In 2008, the Hanseatic City of Hamburg’s most important historic museums, which present the history of the city, the region and the North, were brought together to form one entity – the Historic Museums Hamburg Foundation. It is certainly an exceptional museum organisation with its large number of sites, the scope of its collections and the large variety of topics it covers. Setting up the foundation in the year 2008 saw the creation of one of the largest city and regional historic museum complexes in Europe, which, with more than 360,000 visitors each year, is also one of the most visited museum organisations in Hamburg.
With more than five million objects from past centuries in their collections, the foundation’s museums provide an impressive opportunity to tell the history of the Hanseatic City of Hamburg and the region, to show both national and European aspects and to see the city in its international context.
Something else that is really special about the collections is that they represent all the different parts of the population and the social environments which are relevant for the history of the city: in the Museum for Hamburg History we see the political and cultural accomplishments of Hamburg’s middle classes; the Altonaer Museum tells us about the cultural history of the independent and freedom-loving people in the city and the region; the Museum of Work shows us how structural change has led the city to develop from an industrial to a service society; the Port Museum and the Warehouse District Museum present the everyday life of the port workers, and finally, in the Jenisch House, we are given a glimpse of upper class culture in the 18th and 19th centuries.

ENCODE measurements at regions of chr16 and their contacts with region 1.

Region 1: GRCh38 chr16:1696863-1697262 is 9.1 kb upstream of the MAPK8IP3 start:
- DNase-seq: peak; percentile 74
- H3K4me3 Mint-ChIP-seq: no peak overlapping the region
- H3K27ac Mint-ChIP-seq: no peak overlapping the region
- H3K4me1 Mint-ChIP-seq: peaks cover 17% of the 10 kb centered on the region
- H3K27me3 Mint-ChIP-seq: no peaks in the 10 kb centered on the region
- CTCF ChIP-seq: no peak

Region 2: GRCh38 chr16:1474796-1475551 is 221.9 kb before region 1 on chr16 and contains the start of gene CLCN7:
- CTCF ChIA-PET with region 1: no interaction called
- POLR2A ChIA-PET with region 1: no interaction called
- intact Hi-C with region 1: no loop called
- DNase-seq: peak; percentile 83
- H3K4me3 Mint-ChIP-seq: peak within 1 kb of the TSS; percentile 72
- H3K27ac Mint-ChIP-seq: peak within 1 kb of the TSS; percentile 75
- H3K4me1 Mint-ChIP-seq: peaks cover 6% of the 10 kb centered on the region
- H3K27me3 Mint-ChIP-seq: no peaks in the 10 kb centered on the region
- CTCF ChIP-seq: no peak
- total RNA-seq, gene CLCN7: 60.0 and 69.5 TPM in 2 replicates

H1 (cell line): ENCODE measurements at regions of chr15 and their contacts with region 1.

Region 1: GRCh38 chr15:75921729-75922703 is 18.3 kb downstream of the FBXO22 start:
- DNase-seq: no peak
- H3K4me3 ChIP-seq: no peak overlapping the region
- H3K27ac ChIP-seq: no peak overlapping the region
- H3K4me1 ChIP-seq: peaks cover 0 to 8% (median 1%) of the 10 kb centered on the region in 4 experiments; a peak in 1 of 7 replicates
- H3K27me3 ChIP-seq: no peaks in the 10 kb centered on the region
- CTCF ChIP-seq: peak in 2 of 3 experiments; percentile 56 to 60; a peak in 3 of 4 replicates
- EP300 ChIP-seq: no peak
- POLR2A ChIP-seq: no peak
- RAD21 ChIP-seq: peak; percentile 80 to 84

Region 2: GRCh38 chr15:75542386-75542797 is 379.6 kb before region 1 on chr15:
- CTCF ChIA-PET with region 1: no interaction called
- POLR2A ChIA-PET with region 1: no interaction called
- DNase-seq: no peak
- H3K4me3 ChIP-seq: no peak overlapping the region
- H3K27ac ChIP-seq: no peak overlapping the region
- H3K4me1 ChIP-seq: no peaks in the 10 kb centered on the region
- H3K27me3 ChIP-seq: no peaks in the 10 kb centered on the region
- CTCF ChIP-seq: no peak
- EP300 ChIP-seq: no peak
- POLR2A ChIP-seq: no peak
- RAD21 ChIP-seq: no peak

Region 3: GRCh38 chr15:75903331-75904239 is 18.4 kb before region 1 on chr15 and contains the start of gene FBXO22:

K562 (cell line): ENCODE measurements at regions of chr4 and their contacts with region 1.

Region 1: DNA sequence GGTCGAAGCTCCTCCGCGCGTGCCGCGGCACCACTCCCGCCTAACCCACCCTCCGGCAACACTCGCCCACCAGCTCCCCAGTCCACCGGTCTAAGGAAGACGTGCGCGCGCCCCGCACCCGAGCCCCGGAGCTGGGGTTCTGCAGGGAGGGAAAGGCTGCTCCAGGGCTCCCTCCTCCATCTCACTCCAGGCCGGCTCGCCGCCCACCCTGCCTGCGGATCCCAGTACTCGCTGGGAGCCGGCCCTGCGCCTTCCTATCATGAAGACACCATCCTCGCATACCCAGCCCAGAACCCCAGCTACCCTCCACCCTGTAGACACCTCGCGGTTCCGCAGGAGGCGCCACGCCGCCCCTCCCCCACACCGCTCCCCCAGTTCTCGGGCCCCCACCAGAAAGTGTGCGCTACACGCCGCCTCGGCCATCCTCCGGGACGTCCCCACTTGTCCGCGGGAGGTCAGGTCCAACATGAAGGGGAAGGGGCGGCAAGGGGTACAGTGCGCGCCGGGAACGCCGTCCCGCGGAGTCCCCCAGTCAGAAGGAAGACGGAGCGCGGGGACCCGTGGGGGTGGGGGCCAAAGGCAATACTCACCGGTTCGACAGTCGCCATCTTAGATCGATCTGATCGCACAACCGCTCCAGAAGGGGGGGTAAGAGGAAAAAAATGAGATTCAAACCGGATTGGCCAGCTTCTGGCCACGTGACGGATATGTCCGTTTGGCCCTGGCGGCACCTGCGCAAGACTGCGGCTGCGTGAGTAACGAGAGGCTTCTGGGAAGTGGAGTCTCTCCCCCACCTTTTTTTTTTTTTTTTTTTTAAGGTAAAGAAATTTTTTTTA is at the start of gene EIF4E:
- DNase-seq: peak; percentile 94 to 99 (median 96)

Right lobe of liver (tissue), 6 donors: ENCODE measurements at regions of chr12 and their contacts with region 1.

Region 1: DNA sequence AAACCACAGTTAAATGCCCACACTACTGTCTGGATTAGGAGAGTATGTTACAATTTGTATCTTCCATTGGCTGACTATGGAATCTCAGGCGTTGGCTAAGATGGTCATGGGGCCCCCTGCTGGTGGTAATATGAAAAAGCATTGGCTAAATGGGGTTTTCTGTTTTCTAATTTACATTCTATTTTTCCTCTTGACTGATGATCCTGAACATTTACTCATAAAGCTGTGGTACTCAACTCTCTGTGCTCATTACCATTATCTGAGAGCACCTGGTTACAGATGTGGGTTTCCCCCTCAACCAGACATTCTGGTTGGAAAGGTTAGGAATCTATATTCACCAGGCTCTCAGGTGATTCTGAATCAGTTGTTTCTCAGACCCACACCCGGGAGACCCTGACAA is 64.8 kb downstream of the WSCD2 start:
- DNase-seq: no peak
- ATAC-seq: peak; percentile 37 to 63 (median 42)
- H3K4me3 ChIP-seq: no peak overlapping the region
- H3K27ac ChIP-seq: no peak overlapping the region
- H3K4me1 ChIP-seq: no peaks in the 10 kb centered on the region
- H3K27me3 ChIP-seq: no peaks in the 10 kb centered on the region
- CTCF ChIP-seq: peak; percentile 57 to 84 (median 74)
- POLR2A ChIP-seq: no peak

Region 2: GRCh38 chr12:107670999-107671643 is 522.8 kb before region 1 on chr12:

In their wide-ranging work with the collections, the Historic Museums Hamburg is still a classic museum establishment. This is a place where research is carried out and presented, and where special exhibitions and events are organized and put on. For example: the Museum Service arranges more than 7,000 guided tours each year, 30 members of staff take care of managing the collection, and on average six large exhibition projects and several special collection displays are implemented every year. It is a very lively museum with a total of more than 250 employees dedicated to helping a wide range of people experience the history of Hamburg by presenting it in an exciting variety of ways.
With the German Port Museum, which is to be developed and set up with federal government funding to the tune of 120 million Euros over the next few years, the Historic Museums Hamburg Foundation will be gaining yet another significant location where the history of the port of Hamburg will be presented as an important part of German and European economic history. One of the aims of the German Port Museum is to provide an insight into the globalisation of international trade and to understand how this has changed business and society. The development of the port in political, economic, social and cultural contexts will be researched, documented and presented in innovative ways.
The Historic Museums Hamburg Foundation has been publishing its own journal – “Hamburg History Live!” – since 2015. There are four issues a year, presenting articles and reports by the scientists at the Historic Museums Hamburg. Accompanied by impressive photo-spreads, the magazine presents some of the important topics and events impacting on the historical development of the city of Hamburg, the region and the North. Another step towards fostering even more communication and interaction with the general public has been taken by setting up our own web-based knowledge portal which contains all the results of the museums’ work so the enormous amount of knowledge that is available in the Historic Museums Hamburg is also accessible on a digital level.